AMBULANCE waiting times in the North have almost doubled in five years, however, Enniskillen patients who were not immediately life-threatening faced the shortest wait.
The shortest average time for category B patients (serious but not immediately life-threatening) – just over 11 minutes – was in BT74, in Enniskillen in 2018.
Similar patients from the Ards Peninsula faced the longest average wait, with an average response time of almost 40 minutes.
The figures were obtained by the BBC from the Northern Ireland Ambulance Service and the Health and Social Care Trust.
Patients with potentially life-threatening injuries (Category A) could expect to wait an average of 13 minutes and 12 seconds in 2018 representing a rise of almost 80% on 2013, when the average wait was seven minutes and 23 seconds.
Speaking to the BBC, the Northern Ireland Ambulance Service (NIAS) said it had identified several factors leading to the longer response times, including staff shortages and longer journeys due to the “reconfiguration of acute services”.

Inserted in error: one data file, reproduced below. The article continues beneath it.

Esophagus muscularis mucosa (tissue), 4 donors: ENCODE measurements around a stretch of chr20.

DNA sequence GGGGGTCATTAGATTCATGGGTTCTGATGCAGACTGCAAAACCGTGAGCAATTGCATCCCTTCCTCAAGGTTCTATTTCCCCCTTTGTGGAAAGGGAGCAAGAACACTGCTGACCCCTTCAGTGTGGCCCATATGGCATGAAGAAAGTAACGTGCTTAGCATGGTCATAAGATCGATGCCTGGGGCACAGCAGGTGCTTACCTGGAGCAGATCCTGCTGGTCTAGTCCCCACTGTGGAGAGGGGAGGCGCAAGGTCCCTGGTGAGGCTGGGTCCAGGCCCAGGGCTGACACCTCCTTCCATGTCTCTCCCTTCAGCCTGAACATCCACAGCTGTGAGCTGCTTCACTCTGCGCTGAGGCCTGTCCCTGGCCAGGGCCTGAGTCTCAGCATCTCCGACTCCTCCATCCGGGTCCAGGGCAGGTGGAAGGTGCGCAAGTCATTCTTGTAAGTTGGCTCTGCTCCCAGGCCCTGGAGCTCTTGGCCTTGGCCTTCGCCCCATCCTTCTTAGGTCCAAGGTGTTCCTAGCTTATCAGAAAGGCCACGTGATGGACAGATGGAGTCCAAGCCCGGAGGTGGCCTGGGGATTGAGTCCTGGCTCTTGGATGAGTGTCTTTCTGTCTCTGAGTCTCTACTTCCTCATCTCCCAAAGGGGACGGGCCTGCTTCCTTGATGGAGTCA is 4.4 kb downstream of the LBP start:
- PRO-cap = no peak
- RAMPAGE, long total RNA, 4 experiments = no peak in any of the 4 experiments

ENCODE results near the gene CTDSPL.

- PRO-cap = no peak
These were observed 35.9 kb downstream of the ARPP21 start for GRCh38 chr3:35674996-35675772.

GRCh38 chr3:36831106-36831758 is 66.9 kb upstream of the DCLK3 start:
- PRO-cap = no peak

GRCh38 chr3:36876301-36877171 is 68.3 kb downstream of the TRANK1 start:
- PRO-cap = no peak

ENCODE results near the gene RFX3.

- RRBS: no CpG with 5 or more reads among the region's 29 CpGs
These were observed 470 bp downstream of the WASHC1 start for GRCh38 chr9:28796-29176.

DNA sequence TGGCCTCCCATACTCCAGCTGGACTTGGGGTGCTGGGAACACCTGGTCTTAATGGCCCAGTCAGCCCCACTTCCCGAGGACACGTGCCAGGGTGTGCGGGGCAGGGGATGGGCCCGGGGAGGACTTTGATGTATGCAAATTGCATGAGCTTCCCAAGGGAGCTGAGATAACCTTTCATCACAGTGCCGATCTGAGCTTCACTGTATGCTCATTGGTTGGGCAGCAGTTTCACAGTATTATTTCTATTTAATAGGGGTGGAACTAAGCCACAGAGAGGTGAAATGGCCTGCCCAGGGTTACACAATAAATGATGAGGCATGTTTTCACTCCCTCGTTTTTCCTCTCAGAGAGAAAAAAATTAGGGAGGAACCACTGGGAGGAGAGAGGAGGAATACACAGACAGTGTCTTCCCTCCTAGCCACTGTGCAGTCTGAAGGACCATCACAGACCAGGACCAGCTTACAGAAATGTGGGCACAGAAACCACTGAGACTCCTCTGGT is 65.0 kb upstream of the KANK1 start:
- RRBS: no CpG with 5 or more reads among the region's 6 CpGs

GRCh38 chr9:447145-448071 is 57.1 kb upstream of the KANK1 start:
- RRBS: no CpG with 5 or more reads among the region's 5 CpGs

Referring to the recently-completed consultation exercise, a spokesperson said: “NIAS is currently reviewing responses to the consultation proposals in preparation for submitting a final proposal to the Department of Health”.
In April 2018, the NIAS outlined to the Herald the level of local coverage.
“Enniskillen operates three 24/7, 365 days paramedic crews. Two Rapid Response Vehicle (RRV) paramedic crews, one RRV on a 12 hour shift from 08.00-20.00 and a second RRV from 14.00 to 12.00,” said an NIAS spokesman.
“Therefore during the peak of the day, three A&E and 2 RRVs operate.”
In total, there are three accident and emergency day crews, three A&E night crews, two RRV paramedics until midnight, one paramedic station officer during the day, two single crew ICV vehicles for outpatient movements, two ICV crews for discharges, renal patients and hospital transfers, and one ICV crew doctors support vehicle.”
Posted: 2:46 pm March 17, 2019